People are using search to avoid making the wrong choice. Marketers should pay attention to the new ways people are conducting research, writes Google’s VP of Marketing for the Americas Lisa Gevelber.
If I were to tell you that internal search data shows growth in consumers searching for products “to avoid” and “worst,” it might make you a little uncomfortable. As a marketer, that reaction is only natural. But in your day-to-day life as a consumer, you know it makes sense. What you also need to know is that this provides an opportunity for your brand to influence the outcome.
Think about it. When we’re shopping, we often turn to friends or acquaintances we trust for a gut-check. We want to affirm our decisions. We want to steer clear of making the wrong choice. And more and more of us are using search to fill that need.
By now, it’s become clear that mobile is creating numerous shifts in people’s search behavior. Our most recent micro-moments research has highlighted a number of these changes. Today's super-empowered consumers have become more impatient, more demanding, and more curious—and these shoppers are all hungry for advice.
A big part of that desired advice? What not to buy.
At Google, we’ve seen 1.5X more mobile searches ending with “to avoid” in the past two years.1 For example, consumers are looking for “cooking oil brands to avoid” or “refrigerators to avoid.” And just as there has been growth in mobile searches for “best,” we’ve also seen growth in mobile searches for “worst.”
Shoppers searching these terms shouldn’t necessarily be lumped in with negative e-commerce reviewers or outraged social media posters. They are just savvy shoppers doing their due diligence. It’s become the norm for people to do an analysis for every decision they make. As one person told our research team, “There's no limit to the information available, you just have to know what to take into consideration before you lay out your money for something.”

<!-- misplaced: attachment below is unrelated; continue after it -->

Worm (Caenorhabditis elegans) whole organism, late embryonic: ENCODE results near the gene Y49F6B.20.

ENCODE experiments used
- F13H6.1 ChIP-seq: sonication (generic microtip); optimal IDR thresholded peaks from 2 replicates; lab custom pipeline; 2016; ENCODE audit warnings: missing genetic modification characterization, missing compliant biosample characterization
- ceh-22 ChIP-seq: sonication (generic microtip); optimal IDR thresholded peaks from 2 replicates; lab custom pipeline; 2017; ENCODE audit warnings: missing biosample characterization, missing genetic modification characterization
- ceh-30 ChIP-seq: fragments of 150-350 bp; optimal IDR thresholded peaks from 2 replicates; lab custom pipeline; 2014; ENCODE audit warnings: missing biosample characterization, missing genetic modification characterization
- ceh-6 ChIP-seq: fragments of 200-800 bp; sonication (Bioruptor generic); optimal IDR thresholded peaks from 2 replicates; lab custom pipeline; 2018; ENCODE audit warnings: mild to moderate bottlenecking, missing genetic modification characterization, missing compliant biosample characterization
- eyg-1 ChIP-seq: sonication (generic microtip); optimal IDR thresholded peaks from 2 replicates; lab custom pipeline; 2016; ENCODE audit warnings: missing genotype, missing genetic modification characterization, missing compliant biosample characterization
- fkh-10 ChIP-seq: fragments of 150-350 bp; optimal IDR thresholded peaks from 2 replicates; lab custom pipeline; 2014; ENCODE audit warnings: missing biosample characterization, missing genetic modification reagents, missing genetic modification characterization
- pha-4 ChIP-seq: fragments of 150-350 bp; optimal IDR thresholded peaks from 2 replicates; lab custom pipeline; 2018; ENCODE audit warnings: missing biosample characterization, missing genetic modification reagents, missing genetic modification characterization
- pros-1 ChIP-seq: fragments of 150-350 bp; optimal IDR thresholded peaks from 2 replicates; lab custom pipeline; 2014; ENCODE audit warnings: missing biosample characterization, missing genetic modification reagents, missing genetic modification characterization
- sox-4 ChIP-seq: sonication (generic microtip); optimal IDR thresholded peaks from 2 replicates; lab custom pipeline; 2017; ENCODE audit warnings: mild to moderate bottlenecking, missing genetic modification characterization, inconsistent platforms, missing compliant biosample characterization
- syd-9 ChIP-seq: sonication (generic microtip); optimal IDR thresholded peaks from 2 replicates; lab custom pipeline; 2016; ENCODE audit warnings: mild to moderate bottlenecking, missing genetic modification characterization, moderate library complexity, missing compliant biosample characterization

People want to feel confident and ensure that the choice they’re about to make is worth it for them—literally. In fact, “is ____ worth it” is another area that’s seen growth on mobile search (over 80%) in the past two years.2 We’ve seen these searches for pricey purchases (electronics), major decisions (law school), and long-term investments (life insurance). “Is ____ worth it” searches have also grown on the other end of the spectrum—think organic milk, electric toothbrushes, and synthetic oil.
Searches for “Is ____ worth it” have grown in the past two years
Clearly people just want to be well-informed about their purchase decisions, big or small. And this plays out with searches on YouTube as well. Watch time of “does it work” videos grew by more than 11X in the past two years as consumers seek out visual proof that the items they’re considering are worth it.3 They’re watching everything from “The Low Calorie Diet for Weight Loss: Does It Work?” to “Does It Work? Ice Cream Maker Makes Real Food for Disney Frozen Queen Elsa and Anna Dolls.”
Marketers already monitor social media and review sites to see what people are saying about their products. Doing the same for search behavior can give you another window into the mind of your customers. Don’t be afraid of exploring what comes up if you monitor your brand and the phrase “to avoid.” How people are searching for your brand or category can help catch potential issues, identify areas for improvement, and uncover new ways to talk to your consumers and address their concerns. And if you see that people are questioning whether your brand or category is worth it, consider creating and promoting content that tells people why it is.